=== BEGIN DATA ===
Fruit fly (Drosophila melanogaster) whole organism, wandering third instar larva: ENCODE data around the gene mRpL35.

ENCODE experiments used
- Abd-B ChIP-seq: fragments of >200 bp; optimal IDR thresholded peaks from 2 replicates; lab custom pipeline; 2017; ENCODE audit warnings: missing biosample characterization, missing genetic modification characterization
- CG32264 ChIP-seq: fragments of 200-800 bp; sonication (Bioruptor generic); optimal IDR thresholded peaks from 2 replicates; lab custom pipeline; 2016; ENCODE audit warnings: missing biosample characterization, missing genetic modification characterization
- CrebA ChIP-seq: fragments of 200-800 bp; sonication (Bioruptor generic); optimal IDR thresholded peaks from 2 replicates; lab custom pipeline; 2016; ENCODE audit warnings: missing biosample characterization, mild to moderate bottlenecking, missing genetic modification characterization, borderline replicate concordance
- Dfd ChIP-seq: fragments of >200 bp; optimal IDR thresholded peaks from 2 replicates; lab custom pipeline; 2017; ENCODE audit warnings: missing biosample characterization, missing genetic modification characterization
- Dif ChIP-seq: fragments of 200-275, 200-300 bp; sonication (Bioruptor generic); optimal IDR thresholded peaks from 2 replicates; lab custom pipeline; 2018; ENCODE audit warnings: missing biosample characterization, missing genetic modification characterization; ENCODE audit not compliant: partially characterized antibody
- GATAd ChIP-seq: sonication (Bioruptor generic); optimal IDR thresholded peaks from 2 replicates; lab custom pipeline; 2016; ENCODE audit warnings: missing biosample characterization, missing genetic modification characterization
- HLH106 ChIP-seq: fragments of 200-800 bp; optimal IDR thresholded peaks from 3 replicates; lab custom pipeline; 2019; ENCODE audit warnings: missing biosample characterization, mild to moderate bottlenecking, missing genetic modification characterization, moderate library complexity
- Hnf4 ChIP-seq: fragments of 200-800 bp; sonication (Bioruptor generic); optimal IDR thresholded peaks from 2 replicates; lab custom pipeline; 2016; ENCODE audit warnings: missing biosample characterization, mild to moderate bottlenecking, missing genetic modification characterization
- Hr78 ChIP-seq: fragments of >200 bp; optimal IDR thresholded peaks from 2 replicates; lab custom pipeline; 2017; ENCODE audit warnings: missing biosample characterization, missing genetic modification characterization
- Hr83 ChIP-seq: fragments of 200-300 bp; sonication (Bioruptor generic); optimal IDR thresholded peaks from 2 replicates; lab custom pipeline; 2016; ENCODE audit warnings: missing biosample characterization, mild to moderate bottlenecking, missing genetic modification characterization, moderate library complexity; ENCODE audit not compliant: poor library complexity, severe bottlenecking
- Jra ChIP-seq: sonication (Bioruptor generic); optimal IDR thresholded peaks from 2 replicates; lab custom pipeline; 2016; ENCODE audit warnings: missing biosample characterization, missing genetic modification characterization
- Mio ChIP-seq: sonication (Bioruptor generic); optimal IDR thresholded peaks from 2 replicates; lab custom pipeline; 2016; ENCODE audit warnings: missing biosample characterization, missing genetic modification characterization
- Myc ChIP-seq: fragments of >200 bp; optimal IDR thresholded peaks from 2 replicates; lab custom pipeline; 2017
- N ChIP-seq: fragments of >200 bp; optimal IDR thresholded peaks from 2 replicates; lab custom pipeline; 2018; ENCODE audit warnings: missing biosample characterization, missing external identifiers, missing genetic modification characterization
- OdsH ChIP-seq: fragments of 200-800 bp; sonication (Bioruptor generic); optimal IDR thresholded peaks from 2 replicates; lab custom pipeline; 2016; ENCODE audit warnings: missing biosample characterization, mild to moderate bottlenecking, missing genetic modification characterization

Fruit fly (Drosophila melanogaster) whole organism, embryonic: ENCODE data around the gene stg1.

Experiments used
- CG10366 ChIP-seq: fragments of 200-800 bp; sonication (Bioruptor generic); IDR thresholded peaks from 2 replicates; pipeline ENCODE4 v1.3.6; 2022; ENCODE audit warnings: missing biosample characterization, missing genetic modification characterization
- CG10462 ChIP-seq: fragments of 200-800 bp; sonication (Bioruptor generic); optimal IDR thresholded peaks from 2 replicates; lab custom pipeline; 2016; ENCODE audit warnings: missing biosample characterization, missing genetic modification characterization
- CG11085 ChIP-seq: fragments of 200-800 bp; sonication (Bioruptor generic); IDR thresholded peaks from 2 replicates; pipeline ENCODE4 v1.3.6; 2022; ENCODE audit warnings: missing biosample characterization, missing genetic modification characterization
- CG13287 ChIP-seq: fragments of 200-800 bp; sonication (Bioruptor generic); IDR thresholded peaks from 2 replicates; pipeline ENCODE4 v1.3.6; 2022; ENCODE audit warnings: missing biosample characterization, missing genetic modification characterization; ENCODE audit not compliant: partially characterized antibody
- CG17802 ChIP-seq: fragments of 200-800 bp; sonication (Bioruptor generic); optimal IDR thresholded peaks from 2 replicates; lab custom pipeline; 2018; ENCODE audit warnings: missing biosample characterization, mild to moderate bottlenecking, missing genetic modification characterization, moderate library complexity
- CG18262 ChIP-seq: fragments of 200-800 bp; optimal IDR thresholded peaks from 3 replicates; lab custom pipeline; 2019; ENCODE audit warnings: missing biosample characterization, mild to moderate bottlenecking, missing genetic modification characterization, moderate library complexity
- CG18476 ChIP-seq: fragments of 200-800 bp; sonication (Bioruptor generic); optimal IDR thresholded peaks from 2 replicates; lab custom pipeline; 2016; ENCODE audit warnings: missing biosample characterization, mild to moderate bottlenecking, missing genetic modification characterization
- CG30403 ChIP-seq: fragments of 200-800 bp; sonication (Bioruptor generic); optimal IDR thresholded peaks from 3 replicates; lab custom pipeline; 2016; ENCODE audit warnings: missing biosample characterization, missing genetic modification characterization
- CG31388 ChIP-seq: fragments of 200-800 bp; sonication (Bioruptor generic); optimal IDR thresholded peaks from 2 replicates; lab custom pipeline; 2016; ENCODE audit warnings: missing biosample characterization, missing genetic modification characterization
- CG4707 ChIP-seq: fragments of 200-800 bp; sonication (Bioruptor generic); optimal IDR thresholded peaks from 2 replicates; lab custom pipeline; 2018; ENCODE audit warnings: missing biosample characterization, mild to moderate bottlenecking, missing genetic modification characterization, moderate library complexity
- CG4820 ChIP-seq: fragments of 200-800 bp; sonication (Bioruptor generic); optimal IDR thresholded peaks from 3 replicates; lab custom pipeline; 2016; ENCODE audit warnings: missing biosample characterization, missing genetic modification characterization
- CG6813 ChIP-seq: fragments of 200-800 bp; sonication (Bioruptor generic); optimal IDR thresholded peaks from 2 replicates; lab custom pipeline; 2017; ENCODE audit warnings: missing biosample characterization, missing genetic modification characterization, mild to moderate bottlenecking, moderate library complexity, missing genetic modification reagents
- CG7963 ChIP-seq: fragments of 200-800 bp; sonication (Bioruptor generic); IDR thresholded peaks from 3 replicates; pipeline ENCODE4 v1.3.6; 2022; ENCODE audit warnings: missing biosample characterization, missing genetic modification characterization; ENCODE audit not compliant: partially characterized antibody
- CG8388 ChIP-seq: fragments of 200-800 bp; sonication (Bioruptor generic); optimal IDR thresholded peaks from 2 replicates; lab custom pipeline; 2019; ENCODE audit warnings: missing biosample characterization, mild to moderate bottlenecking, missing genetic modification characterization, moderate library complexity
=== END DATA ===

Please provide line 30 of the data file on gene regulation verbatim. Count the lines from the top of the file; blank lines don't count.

- CG4820 ChIP-seq: fragments of 200-800 bp; sonication (Bioruptor generic); optimal IDR thresholded peaks from 3 replicates; lab custom pipeline; 2016; ENCODE audit warnings: missing biosample characterization, missing genetic modification characterization